New York's Cooperative and Condominium Community

Habitat Magazine Business of Management 2021

HABITAT

THE BRONX

An attorney for Co-op City, the more than 15,000-unit Bronx cooperative of high-rises and townhouses, is accusing recently elected New York City Mayor Bill de Blasio of reneging on a campaign promise to end an asbestos-abatement order the lawyer calls unnecessary.

Recent news affecting co-op / condo buyers, sellers, boards and residents. This week, a 63-year-old woman in a Fifth Avenue co-op has had the same Maytag washer in her apartment for 20 years with permission and without trouble. Now the co-op board won't approve a replacement unless it's one of three hoity-toity brands. Well, lah-de-dah ... Maytag's not good enough for 'em? Let's go to court! And court may be where Trump Village West board president Igor Oberman might wind up, since a New York City Department of Investigation report accuses him of less-than-ethical things. Plus, Co-op City has an asbestos problem. Or does it?

Her name was Kim and she lived in Forest Hills, Queens, in a 100-unit cooperative. She was on the co-op board and was talking, with great animation, about a shareholder who had "disappeared" and mysteriously left his apartment empty. My ears perked up. Was this a story of drama and intrigue, one that would offer new insights into board life?

Recent news affecting co-op / condo buyers, sellers, boards and residents. This week: Remember that deaf grandfather a couple of weeks ago in Battery Park City, where the condo board disapproved a service dog? Yeah, that dog died, but the man has another one and the board's not pursuing eviction. However, the homeowner is still pursuing an anti-discrimination lawsuit. In better news for boards, the U.S. Senate is delaying an increase in the cost of mandatory flood insurance — and speaking of which, some New York City property managers are encouraging serious disaster-prep at their buildings. Plus, it's the latest amenity: personal shoppers! Which they still don't have at Billy Joel's former co-op, now up for sale.

Recent news affecting co-op / condo buyers, sellers, boards and residents. Lots of board news this week, as a condo board in Tribeca files a lawsuit to keep a Crunch gym out of its building, and the co-op board of Co-op City fails to have its residents pass a five-year cable-TV lock-in with Cablevision. Experts answer whether a co-op board can force out a registered sex offender, and whether a building might gain air rights anew after selling them years ago. Plus, co-op prices go down, condo prices go up, and Drew Barrymore buys an apartment.

Recent news affecting co-op / condo buyers, sellers, boards and residents. This week, half of Albany is up in arms and the other half is sticking its hand out over 421a tax abatements for luxury condominiums. Meanwhile, the attorney general slaps the wrist of a developer banned from selling any condos at all. Plus, a big change at Co-op City and a big sale in Greenwich Village, as Mary-Louise Parker (right) sells her Washington Square co-op. Plus: Advice for your co-op board admissions interview.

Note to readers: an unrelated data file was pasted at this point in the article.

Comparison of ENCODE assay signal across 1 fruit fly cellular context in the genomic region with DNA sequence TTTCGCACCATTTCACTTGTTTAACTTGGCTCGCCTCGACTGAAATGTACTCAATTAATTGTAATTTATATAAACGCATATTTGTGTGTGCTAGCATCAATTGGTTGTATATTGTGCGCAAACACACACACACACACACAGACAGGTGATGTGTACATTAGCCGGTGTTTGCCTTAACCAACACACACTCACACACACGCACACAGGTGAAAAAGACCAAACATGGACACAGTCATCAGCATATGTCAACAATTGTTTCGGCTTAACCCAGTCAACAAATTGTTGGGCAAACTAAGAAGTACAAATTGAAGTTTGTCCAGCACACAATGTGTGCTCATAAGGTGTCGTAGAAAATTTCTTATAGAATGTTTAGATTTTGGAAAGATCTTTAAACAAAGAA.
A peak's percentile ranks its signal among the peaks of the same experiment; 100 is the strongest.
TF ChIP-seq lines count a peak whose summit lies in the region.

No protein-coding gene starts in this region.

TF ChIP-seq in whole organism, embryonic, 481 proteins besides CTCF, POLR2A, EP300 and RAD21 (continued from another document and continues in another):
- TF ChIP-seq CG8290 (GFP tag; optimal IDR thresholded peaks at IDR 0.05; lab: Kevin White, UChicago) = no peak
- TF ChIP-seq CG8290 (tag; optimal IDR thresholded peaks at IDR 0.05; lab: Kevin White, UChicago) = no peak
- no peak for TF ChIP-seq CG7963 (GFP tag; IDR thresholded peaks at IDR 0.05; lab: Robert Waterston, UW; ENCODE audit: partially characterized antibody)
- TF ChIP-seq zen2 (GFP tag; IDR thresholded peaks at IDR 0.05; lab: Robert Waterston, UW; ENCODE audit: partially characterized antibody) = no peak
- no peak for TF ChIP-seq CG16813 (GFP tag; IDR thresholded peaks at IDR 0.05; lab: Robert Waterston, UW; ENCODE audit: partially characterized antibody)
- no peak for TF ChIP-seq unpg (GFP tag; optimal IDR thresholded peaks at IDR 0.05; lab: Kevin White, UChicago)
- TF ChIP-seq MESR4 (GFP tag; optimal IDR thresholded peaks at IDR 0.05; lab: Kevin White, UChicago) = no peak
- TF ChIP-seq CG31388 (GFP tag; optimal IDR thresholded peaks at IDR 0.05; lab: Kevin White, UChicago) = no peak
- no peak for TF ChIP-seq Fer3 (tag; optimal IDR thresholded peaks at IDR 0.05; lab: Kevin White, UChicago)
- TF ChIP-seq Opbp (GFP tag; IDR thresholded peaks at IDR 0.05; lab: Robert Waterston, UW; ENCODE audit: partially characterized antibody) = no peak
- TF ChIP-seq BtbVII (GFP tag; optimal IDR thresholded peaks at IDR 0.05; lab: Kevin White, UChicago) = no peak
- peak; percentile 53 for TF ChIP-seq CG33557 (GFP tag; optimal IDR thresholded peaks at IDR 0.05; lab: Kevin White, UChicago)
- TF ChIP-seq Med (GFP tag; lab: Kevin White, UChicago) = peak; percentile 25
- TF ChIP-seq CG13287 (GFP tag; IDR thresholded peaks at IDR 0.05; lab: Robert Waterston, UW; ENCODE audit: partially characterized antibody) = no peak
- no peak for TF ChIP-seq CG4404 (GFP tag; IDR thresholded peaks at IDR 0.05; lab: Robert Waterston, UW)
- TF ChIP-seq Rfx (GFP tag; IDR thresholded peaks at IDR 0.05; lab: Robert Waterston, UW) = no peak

UPDATED March 22, 2013 — Following an interagency raid by investigations who took files and computers from five local heating-oil business, two lawsuits have been filed by real-estate concerns charging that the companies have been selling oil diluted with waste product. Authorities and the plaintiffs claim such tainted fuel oil has been delivered for years to both commercial and residential buildings.

Recent news affecting co-op / condo buyers, sellers, boards and residents. This week, we already knew that Class 2 properties — co-ops, most condos and rental buildings — carry an unfairly higher tax burden than Class 1 properties such as single-family homes. But a recent Furman Center panel of academics and other experts — including a former Dept. of Finance commissioner and the deputy director of the New York City Independent Budget Office — quantified just how much: Class 2 is taxed at a rate almost five times higher than Class 1. Check out the first article below for details.

Among the other news this week: a co-op's attempt to evict a 78-year-old over minor hoteling and a condo board's ongoing suit against a bad-neighbor gym.

A condominium or cooperative's relationship with the building's superintendent is vital. He, and in rare cases she, is the caretaker of the property, the person who deals with emergencies and the one who meets with contractors, city officials and inspectors. The super often does private work for residents, and in larger co-ops and condos supervises the staff and oversees projects. 

Yet as with any relationship, sometimes things don't work out — and letting a super go can be as hard as any other breakup. You don't want it to be a cold Dear John letter, but you also don't want it to be Tiger Woods.

Recent news affecting co-op / condo buyers, sellers, boards and residents. This week, the saga of Oceana may be nearing its end, as a judge halts construction on view-destroying boardwalk restrooms. Elsewhere, a condominium's residents get displaced by fire, Co-op City mulls Cablevision, and there's some legislative movement, finally, to thwart scammers who pretend to be disabled so they can have pets in no-pet buildings. Plus, Carly Simon sells her co-op, we've tips for co-op admission interviews — hopefully not like this one from Saturday Night Live — and apps, not fobs, may be the keys of the future.

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Learn all the basics of NYC co-op and condo management, with straight talk from heavy hitters in the field of co-op or condo apartments

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